As a result of the 1968 movement , the corporate system in Germany had to accept a major loss of importance and the loss of its general reputation within the student body. In many places, fraternity students were reluctant to see them and were avoided or even attacked by some fellow students when they appeared in the same color . The proportion of women who were close to the union life also fell suddenly, and many ladies' circles (associations of couleur ladies) had to close due to a lack of members.

It was not until the mid-1970s that women's associations were founded. Some of these students came from the remaining couleur ladies and friends of corporates, but often they were regularly "wedged" at the universities.

The oldest women's association from this time is the textile and technical women's association Ferra Floris zu Münchberg & Hof , which was published in Münchberg on May 25, 1976 . Its establishment was actively supported by the men's association, the TV Franko-Textoria zu Münchberg and Hof . It was not until the mid-1980s that the number of female corporates rose again, albeit slowly. This happened partly in mixed associations and partly in pure women's associations.

The oldest women's association still active today is the textile and technical women's association Ferra Floris , followed by Merzhausia zu Freiburg im Breisgau , founded on December 14, 1982. This was followed by Rot-Weiß-Rosé Tübingen , in 1984 the now postponed Astra Badensia Freiburg im Breisgau , 1985 the VBSt Lysistrata Berlin , 1986 the Amazonia Nova Marburg , the Laetitia Tübingen and the Concordia Feminarum Kiel . In 1987 the Nausikaa Heidelberg and the Badenia Palatina Mannheim were founded, in 1988 the Helenia Monasteria Münster , the Fla Bella Karlsruhe , the Stella Orienta Marburg and a few others.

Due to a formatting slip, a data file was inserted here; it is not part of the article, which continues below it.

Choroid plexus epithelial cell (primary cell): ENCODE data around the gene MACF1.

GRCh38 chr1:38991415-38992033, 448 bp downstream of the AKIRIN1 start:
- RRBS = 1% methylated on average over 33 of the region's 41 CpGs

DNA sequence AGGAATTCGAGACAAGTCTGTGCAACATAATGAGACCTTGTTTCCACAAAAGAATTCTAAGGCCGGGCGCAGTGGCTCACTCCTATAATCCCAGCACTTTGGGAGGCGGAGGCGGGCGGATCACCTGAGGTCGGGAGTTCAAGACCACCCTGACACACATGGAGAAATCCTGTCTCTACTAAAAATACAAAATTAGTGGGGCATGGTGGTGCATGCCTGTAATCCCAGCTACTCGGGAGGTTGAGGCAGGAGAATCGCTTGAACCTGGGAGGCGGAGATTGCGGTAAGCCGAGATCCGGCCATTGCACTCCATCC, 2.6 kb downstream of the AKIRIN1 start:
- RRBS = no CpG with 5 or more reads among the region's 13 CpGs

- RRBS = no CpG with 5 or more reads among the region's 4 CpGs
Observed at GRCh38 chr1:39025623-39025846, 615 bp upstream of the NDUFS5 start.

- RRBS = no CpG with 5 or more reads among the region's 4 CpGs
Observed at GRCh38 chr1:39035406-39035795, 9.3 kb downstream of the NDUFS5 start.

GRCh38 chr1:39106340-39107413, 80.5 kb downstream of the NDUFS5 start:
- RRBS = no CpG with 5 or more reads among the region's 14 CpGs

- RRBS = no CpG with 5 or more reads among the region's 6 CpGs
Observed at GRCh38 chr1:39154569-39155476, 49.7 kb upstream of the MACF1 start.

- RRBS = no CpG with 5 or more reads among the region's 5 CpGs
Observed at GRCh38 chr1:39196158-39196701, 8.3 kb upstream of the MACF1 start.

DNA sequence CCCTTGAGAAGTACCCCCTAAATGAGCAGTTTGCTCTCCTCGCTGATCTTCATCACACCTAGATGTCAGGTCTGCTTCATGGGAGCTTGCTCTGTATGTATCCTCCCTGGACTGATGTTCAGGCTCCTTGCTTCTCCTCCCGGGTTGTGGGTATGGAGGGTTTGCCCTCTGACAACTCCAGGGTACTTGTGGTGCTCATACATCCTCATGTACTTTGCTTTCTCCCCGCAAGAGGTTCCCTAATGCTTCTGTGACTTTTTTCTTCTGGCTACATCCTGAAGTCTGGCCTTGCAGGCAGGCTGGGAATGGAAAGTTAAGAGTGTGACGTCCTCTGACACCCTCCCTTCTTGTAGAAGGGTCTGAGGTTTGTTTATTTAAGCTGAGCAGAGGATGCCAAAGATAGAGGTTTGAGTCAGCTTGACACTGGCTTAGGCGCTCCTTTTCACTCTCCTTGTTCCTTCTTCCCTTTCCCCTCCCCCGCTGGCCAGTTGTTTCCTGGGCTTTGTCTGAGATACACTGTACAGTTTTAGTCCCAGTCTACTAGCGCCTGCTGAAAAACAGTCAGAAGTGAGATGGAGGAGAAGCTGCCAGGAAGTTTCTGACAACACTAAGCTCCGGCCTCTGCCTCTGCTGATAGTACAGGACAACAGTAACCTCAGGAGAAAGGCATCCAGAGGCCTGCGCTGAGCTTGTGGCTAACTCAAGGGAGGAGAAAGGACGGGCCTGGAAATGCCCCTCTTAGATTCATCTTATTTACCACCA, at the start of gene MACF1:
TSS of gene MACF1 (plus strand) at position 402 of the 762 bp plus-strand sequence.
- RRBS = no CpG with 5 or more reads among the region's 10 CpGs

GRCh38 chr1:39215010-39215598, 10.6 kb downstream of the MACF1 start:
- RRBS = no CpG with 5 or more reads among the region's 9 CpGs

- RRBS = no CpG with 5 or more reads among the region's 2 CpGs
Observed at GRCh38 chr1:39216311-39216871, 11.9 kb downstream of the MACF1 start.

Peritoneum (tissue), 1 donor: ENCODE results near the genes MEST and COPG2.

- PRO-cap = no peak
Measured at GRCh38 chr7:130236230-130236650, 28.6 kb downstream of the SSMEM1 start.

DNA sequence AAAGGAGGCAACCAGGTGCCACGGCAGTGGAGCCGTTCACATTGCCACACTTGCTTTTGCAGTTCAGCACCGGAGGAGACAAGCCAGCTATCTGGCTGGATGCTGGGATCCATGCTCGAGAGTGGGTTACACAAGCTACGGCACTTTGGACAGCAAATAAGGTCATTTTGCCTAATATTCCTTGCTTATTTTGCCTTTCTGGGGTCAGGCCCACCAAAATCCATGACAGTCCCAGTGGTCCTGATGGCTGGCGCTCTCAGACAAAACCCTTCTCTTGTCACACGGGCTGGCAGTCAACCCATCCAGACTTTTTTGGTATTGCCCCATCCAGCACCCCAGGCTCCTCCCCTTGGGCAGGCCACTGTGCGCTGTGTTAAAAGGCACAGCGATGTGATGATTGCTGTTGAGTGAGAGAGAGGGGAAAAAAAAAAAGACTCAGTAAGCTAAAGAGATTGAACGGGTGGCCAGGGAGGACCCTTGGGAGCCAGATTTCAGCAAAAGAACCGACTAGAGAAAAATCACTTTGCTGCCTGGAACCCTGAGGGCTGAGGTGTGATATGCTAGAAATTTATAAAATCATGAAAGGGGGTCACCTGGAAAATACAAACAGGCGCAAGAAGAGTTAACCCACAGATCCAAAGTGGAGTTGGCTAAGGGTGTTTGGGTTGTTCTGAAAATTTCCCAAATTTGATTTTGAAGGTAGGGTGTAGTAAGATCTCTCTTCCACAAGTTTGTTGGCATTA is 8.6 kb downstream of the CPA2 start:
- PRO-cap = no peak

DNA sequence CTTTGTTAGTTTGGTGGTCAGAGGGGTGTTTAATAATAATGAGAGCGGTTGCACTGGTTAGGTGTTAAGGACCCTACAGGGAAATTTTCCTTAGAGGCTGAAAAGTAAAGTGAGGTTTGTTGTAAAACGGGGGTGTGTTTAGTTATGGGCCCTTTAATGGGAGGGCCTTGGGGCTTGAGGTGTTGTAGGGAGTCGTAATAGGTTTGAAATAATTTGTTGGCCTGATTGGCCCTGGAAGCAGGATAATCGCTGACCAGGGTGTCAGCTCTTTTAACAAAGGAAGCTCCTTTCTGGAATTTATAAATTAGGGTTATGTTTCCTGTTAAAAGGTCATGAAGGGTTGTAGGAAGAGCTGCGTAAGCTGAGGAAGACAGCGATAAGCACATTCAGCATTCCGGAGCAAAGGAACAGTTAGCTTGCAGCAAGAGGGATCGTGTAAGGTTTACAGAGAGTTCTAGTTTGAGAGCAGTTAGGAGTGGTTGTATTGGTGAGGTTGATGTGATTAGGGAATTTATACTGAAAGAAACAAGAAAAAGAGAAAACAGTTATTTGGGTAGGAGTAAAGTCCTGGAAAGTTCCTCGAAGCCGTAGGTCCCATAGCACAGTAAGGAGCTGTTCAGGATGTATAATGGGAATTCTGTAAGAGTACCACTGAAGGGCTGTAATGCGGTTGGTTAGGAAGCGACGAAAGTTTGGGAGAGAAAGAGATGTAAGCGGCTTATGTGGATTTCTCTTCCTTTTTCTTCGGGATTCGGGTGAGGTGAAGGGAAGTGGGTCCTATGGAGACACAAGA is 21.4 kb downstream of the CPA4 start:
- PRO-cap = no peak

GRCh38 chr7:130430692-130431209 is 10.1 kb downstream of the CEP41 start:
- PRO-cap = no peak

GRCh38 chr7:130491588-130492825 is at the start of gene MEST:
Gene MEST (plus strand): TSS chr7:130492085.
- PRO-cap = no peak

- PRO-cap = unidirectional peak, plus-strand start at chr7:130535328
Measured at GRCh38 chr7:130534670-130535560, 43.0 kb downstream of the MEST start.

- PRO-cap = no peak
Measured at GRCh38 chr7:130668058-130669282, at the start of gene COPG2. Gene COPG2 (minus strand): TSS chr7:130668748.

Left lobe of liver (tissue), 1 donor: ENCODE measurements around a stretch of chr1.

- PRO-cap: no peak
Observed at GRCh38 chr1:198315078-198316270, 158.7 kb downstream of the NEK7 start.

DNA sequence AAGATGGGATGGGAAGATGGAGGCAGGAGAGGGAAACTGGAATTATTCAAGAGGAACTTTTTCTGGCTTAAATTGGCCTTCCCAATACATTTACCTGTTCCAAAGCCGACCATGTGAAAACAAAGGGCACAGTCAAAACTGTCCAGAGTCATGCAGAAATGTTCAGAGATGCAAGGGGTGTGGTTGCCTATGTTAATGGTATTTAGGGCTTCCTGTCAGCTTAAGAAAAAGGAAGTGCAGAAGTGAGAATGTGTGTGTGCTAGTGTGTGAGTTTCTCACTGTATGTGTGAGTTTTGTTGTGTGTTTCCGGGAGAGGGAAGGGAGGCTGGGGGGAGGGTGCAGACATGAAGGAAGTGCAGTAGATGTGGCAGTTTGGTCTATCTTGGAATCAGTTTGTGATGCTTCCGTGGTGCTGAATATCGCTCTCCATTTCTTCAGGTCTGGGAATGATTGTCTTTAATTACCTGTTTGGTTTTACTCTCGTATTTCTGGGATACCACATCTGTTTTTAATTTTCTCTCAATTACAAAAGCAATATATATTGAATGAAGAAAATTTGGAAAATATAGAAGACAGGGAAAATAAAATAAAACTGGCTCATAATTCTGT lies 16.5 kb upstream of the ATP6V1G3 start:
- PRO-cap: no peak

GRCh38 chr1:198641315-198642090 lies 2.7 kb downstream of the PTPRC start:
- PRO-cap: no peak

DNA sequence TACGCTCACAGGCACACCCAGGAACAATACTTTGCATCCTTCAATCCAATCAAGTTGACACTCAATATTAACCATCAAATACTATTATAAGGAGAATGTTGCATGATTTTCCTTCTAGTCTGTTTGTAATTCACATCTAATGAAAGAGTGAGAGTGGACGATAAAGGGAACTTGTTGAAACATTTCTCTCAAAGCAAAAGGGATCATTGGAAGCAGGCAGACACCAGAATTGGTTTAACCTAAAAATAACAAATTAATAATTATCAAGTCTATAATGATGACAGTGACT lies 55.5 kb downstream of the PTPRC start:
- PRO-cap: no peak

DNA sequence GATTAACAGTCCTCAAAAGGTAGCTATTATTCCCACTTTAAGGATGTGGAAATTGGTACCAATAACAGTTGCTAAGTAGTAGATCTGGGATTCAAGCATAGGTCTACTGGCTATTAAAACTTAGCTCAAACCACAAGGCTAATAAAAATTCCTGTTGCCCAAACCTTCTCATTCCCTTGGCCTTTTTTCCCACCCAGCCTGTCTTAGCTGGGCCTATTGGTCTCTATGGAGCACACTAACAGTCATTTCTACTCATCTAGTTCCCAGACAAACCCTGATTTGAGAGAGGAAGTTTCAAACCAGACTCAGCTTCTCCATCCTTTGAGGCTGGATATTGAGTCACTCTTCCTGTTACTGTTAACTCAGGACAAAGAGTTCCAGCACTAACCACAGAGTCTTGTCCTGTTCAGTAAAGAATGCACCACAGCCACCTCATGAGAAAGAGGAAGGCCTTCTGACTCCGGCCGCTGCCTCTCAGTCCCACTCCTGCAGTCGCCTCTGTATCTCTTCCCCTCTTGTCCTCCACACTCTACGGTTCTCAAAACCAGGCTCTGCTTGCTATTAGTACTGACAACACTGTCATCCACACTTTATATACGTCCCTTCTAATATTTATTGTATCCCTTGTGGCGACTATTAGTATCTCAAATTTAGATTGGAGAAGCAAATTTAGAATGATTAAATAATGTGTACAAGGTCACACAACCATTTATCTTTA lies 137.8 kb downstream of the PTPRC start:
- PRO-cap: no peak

Parallel to this development, women's associations were founded in the early 1990s, which were strictly male associations and sometimes lived in the same house. An example of this is the Association of German Female Students in Freiburg (VDSti Freiburg), which for a short time was close to the Freiburg Confederation in the Association of Associations of German Students (VVDSt). However, this experiment met with strong resistance from the Kyffhäuser Association and this women's circle had to suspend a few years later. Something similar happened with the VDSt Darmstadt, which left the Kyffhäuser Association for this reason. There was also the development of pure women's associations within an umbrella association, such as the Catholic Unitas Association (UV), or the conversion of some men's associations into mixed corporations , including the Sondershäuser Association or the Schwarzburgbund . Some non-union corporations in Germany also began to transform themselves into mixed leagues.

A long discussion process arose in the established non-beating Catholic connections in Austria. Some corporations opened up to women and turned into mixed leagues. Among them there were also those who had several dozen active members without accepting women, for example AV Austria Innsbruck (started in 1978, attempt stopped in 1982) or Norica Wien (around 1985), so that the argument of the lack of members could not be decisive. However, after problems, many returned to the originally purely male society.